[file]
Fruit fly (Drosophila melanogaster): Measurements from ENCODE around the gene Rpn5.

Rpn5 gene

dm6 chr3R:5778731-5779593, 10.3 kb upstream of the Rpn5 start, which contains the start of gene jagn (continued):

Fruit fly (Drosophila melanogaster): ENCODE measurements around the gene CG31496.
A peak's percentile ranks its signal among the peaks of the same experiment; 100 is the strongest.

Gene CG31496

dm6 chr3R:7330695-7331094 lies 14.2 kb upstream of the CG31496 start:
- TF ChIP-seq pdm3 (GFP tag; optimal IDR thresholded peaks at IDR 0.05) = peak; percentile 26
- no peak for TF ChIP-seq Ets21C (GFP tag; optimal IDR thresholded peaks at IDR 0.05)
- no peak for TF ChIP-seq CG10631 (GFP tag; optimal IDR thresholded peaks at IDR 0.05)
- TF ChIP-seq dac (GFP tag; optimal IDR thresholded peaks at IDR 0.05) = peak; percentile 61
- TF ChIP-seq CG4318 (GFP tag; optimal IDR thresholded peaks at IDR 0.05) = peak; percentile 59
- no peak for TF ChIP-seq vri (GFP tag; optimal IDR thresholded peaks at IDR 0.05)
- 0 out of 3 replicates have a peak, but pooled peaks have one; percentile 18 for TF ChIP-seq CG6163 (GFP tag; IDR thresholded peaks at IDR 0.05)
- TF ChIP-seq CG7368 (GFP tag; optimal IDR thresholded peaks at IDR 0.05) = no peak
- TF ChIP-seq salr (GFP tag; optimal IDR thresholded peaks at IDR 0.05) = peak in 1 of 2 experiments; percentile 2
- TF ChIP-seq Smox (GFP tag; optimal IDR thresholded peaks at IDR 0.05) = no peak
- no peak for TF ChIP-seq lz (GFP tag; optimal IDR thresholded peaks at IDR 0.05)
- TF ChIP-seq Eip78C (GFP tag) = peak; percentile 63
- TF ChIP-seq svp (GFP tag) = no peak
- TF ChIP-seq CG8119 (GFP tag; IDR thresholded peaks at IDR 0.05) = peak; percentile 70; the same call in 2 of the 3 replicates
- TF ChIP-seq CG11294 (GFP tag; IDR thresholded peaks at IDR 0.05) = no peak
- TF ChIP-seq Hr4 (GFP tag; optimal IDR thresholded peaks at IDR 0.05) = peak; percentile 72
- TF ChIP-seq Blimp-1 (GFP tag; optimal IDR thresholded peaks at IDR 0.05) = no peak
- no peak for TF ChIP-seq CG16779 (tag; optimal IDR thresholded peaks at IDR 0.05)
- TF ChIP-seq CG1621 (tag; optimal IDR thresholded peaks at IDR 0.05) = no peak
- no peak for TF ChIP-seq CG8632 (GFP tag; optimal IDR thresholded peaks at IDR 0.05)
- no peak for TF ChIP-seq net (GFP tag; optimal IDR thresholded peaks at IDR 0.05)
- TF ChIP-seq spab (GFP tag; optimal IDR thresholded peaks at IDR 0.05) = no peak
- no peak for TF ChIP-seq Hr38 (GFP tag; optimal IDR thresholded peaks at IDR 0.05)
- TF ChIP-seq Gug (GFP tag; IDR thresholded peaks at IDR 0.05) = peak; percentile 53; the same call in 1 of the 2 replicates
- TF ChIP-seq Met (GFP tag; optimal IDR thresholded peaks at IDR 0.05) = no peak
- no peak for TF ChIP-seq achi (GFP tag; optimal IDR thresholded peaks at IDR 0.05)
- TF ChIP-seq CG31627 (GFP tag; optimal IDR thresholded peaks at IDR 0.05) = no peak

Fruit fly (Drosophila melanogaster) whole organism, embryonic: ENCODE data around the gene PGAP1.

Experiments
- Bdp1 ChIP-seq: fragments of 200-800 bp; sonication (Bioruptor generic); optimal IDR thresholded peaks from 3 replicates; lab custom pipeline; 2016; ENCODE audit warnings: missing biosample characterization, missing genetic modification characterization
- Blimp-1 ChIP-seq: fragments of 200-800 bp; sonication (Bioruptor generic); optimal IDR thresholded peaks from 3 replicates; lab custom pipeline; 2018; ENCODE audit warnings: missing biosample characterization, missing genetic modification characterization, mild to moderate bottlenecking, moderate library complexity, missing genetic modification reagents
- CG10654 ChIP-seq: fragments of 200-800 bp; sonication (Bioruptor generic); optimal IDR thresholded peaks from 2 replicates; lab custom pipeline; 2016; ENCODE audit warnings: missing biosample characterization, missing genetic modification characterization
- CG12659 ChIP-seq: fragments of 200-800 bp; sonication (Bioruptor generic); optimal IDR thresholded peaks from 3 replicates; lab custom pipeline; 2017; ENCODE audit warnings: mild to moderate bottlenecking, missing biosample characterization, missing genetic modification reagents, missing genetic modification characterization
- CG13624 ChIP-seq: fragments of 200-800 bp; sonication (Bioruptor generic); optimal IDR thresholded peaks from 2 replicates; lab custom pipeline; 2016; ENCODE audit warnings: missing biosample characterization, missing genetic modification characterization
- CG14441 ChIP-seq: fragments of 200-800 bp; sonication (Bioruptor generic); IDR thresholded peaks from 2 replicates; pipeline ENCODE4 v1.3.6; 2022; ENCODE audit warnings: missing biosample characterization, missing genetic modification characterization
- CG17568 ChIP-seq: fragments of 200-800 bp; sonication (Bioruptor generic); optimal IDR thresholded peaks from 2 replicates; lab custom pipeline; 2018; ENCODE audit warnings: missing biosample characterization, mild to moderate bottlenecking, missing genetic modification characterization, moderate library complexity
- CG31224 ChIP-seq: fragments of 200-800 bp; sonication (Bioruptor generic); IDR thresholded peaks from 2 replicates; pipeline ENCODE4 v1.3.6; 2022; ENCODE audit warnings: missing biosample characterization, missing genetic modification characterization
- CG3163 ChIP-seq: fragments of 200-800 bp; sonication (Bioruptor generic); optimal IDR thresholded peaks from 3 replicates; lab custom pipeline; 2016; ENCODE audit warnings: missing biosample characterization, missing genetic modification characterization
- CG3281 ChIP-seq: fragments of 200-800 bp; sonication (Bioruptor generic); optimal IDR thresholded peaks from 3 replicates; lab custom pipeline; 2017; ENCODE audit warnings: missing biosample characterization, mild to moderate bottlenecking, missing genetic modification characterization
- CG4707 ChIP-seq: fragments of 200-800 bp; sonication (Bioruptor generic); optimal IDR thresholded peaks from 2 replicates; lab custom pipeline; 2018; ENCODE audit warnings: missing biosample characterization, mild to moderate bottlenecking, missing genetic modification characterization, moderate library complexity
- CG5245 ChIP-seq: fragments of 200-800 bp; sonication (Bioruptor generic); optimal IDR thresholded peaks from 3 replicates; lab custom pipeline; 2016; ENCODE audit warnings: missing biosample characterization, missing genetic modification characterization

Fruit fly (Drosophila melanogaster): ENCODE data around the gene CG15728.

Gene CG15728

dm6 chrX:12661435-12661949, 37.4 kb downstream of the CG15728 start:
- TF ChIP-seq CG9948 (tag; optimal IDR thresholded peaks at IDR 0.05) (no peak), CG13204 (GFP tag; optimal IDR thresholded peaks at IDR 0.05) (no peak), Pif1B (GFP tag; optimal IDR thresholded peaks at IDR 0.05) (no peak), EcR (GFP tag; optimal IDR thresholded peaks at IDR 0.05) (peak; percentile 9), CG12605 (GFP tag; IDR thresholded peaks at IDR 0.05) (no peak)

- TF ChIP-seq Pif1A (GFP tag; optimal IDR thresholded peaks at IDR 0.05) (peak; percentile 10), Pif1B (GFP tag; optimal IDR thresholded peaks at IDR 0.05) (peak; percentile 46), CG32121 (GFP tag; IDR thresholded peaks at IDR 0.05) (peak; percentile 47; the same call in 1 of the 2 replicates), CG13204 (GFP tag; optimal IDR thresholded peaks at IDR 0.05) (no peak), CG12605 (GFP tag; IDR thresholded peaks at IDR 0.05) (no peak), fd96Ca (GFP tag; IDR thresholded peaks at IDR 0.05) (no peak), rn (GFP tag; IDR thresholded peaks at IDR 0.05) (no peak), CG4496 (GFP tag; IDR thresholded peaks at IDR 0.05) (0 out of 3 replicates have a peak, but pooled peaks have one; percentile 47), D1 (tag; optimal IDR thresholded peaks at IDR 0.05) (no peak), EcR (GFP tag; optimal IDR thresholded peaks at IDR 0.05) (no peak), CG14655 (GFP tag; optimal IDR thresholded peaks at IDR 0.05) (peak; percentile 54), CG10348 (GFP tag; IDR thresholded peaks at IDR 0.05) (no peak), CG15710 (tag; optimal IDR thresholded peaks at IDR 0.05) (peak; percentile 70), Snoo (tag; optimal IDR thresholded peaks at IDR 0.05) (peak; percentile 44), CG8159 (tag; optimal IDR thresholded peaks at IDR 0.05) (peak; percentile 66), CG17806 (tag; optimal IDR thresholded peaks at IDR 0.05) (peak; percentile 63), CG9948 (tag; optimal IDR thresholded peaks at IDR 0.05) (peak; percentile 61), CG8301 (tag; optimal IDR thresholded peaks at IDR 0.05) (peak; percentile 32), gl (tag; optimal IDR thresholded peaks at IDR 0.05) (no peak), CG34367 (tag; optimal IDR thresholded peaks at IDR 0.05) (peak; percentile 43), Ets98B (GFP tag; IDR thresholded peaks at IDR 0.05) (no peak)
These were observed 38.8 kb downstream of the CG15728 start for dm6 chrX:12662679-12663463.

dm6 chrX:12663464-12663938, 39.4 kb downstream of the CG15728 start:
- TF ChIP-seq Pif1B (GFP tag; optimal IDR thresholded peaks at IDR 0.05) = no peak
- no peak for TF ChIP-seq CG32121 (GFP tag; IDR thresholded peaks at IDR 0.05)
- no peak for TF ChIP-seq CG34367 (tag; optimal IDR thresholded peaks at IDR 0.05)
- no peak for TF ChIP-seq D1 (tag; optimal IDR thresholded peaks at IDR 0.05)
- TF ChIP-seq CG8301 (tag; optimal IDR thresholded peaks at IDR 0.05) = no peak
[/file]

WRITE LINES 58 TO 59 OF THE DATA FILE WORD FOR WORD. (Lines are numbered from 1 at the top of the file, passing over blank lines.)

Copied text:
- no peak for TF ChIP-seq CG34367 (tag; optimal IDR thresholded peaks at IDR 0.05)
- no peak for TF ChIP-seq D1 (tag; optimal IDR thresholded peaks at IDR 0.05)